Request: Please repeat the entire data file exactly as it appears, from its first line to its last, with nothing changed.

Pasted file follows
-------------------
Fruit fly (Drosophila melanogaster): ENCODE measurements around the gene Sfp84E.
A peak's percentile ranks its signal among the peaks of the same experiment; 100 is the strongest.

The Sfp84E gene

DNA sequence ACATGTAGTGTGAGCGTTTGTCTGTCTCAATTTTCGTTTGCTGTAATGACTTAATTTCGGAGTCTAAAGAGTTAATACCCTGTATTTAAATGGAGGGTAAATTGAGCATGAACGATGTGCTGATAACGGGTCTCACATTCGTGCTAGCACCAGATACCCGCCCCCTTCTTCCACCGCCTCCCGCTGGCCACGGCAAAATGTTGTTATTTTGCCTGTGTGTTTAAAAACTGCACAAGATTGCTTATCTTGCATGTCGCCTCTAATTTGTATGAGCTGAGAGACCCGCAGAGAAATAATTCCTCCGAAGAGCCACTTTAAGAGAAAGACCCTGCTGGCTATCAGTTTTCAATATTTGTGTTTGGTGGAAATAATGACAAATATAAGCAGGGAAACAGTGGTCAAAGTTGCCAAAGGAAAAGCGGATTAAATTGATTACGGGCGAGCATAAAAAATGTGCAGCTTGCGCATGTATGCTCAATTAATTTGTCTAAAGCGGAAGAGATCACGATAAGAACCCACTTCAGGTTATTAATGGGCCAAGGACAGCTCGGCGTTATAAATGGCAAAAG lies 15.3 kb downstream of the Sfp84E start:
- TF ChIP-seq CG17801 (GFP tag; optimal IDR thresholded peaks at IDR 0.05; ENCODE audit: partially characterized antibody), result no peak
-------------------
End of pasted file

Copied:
Fruit fly (Drosophila melanogaster): ENCODE measurements around the gene Sfp84E.
A peak's percentile ranks its signal among the peaks of the same experiment; 100 is the strongest.

The Sfp84E gene

DNA sequence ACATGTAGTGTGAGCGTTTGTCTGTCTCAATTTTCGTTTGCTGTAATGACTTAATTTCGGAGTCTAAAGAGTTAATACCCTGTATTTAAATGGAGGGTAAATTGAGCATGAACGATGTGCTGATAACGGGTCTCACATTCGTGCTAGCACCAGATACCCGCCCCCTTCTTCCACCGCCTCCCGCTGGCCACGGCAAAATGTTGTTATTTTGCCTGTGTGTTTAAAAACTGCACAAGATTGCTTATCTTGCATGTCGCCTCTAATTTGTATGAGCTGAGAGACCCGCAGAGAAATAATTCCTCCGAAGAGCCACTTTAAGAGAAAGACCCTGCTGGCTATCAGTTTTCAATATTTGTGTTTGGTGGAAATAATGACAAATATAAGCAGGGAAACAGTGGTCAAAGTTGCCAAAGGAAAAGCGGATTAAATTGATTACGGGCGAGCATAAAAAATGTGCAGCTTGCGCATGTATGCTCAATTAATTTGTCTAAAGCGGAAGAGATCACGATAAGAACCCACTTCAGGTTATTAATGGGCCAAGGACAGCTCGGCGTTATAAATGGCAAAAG lies 15.3 kb downstream of the Sfp84E start:
- TF ChIP-seq CG17801 (GFP tag; optimal IDR thresholded peaks at IDR 0.05; ENCODE audit: partially characterized antibody), result no peak